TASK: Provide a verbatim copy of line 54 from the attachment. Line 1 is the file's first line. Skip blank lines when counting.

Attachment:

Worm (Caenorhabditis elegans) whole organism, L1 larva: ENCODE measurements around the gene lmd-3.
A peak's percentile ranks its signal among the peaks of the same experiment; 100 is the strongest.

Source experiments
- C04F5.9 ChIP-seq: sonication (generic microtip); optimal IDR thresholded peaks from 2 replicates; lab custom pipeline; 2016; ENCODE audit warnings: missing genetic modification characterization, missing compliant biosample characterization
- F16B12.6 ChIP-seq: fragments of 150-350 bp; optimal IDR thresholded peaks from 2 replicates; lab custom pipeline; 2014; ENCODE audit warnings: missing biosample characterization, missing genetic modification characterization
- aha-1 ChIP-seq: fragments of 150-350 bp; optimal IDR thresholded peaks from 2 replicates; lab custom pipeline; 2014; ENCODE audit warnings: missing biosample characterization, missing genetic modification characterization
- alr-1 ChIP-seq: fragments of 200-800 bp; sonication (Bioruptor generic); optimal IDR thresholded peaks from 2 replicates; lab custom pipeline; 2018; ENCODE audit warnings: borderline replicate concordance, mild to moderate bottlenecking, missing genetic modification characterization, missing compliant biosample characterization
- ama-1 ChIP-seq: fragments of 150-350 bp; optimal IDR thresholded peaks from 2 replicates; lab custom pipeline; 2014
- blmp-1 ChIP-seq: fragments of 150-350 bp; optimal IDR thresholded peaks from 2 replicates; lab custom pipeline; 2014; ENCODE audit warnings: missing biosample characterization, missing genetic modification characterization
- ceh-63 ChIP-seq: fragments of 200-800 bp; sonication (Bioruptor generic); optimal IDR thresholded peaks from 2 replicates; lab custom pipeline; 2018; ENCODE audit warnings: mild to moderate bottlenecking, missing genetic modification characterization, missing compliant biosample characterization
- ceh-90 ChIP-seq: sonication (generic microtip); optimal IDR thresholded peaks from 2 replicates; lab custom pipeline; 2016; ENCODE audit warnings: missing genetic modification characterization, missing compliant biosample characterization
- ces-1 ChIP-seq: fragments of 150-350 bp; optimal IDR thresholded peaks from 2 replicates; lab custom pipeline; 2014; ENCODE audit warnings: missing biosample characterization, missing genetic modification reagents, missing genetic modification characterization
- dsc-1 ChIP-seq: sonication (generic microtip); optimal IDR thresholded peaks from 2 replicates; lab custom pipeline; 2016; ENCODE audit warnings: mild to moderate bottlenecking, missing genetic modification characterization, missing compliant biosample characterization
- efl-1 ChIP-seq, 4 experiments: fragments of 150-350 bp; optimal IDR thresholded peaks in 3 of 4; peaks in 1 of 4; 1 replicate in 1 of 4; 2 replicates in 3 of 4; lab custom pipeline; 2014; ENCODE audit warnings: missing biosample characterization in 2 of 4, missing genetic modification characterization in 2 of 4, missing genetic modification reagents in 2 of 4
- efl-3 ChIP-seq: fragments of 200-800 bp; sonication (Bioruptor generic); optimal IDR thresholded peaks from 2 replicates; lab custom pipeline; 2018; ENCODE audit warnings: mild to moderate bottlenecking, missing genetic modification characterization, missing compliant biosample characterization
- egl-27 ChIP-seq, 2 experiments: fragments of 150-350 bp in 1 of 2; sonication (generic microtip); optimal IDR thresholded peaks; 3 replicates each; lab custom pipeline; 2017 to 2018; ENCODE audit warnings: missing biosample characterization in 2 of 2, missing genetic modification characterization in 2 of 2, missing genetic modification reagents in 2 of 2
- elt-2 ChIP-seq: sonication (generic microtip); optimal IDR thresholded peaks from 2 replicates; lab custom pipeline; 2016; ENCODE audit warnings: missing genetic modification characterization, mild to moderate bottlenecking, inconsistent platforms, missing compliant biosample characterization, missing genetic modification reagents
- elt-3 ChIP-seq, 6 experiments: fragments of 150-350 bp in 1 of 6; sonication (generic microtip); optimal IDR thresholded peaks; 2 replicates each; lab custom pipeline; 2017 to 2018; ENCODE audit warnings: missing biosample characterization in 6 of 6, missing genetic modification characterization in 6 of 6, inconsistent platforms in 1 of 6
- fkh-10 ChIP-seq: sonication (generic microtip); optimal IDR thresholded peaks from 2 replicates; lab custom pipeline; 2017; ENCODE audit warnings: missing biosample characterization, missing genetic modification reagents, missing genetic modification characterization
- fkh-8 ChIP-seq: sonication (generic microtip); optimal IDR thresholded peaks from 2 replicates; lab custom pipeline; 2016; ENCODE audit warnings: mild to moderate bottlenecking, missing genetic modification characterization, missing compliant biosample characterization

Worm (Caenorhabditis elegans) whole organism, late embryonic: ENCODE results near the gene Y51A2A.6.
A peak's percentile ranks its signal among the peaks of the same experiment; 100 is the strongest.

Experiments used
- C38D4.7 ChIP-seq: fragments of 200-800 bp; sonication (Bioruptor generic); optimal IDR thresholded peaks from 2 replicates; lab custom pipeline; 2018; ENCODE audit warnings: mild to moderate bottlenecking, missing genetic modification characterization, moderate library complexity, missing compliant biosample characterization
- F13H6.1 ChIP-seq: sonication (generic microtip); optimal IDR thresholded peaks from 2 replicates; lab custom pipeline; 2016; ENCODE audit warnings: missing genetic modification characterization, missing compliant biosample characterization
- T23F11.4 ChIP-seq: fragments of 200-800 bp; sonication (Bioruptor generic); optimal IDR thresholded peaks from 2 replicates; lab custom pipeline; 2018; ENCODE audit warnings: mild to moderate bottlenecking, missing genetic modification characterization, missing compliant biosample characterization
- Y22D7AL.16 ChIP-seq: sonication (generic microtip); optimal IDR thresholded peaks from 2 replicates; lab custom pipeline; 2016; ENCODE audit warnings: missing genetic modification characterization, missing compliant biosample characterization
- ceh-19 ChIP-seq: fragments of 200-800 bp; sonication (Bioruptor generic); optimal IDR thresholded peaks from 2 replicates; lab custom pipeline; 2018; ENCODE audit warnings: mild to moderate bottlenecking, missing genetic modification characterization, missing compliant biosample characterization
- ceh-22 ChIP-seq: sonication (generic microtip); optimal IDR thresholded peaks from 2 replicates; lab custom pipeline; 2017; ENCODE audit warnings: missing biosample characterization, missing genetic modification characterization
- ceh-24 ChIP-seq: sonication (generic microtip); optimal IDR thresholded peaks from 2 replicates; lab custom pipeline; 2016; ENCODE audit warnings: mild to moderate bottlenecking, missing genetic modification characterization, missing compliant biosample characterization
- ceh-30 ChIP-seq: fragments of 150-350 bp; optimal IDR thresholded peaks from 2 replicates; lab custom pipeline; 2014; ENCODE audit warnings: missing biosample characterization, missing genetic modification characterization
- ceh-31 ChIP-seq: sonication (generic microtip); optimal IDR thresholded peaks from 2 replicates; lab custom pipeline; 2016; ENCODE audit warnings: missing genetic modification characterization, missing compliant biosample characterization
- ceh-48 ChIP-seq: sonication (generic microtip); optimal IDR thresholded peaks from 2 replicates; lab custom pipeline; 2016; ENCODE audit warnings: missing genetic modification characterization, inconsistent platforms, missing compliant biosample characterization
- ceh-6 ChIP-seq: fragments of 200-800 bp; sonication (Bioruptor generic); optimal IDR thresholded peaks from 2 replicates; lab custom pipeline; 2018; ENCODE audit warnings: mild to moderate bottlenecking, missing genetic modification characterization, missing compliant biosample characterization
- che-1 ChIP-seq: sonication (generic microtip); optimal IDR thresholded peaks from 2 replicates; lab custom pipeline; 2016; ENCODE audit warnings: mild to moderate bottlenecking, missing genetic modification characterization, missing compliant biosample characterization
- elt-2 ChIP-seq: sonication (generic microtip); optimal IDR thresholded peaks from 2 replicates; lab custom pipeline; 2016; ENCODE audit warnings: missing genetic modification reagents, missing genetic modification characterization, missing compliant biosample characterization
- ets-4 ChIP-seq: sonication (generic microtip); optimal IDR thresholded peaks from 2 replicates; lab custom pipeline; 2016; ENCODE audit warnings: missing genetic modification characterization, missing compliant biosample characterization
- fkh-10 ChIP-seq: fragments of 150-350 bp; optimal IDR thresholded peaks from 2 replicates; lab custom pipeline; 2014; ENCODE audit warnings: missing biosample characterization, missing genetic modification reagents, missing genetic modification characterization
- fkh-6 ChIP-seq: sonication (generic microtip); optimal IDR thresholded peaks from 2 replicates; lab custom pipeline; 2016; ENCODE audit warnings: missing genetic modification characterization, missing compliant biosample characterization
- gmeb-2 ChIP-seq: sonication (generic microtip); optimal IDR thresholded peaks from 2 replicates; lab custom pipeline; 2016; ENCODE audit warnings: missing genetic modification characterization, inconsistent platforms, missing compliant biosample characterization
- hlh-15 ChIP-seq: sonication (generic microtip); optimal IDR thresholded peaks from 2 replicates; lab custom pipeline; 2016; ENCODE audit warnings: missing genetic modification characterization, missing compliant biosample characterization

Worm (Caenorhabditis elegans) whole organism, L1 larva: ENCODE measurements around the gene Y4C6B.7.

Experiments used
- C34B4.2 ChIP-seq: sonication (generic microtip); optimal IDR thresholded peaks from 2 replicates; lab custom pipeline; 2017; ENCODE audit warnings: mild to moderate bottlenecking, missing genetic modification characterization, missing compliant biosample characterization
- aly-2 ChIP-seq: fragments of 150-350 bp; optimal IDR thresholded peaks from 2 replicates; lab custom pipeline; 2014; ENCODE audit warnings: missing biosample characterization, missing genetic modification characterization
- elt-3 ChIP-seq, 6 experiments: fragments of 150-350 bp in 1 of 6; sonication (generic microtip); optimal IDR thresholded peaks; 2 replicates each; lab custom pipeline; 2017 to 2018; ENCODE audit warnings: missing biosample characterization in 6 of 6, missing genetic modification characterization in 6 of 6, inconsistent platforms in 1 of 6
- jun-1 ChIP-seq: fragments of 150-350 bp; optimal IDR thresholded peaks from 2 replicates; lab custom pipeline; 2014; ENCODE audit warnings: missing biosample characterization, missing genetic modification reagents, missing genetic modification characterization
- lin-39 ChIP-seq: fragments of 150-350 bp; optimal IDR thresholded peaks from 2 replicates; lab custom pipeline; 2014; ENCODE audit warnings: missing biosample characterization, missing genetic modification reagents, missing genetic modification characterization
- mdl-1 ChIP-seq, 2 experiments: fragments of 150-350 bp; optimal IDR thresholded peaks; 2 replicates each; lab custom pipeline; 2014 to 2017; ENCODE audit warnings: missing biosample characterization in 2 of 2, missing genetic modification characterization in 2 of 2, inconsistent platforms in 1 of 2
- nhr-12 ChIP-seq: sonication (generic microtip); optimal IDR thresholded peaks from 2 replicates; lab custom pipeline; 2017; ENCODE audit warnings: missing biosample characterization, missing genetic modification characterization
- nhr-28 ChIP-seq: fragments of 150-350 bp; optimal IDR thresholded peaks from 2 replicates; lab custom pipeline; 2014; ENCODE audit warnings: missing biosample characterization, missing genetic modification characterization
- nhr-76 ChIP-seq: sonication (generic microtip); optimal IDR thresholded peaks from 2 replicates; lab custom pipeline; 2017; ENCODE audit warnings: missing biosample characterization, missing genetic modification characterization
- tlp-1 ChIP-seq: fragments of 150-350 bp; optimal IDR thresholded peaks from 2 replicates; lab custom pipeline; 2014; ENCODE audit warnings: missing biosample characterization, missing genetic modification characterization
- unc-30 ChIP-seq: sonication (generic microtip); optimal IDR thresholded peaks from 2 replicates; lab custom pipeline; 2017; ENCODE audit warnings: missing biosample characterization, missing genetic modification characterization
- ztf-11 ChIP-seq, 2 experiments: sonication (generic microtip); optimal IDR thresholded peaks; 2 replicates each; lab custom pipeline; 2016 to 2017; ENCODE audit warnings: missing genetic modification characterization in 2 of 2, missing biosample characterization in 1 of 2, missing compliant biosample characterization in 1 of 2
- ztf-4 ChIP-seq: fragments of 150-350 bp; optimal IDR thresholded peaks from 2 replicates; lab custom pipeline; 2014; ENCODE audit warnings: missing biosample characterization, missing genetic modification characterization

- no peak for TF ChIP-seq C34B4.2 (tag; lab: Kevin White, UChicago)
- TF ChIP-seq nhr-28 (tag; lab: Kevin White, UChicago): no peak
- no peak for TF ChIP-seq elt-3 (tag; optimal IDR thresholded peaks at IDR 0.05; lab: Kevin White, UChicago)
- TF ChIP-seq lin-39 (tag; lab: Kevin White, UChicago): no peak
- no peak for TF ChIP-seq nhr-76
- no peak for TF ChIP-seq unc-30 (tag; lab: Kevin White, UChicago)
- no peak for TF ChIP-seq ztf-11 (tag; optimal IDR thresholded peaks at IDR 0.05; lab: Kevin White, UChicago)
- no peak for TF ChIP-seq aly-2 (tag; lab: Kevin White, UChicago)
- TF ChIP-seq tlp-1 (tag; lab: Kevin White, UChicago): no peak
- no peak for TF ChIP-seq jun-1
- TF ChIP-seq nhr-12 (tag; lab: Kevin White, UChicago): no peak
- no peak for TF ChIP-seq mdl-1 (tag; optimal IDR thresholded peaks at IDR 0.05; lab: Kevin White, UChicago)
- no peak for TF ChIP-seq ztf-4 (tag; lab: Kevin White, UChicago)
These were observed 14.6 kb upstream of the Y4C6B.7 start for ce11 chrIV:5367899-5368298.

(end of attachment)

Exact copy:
- unc-30 ChIP-seq: sonication (generic microtip); optimal IDR thresholded peaks from 2 replicates; lab custom pipeline; 2017; ENCODE audit warnings: missing biosample characterization, missing genetic modification characterization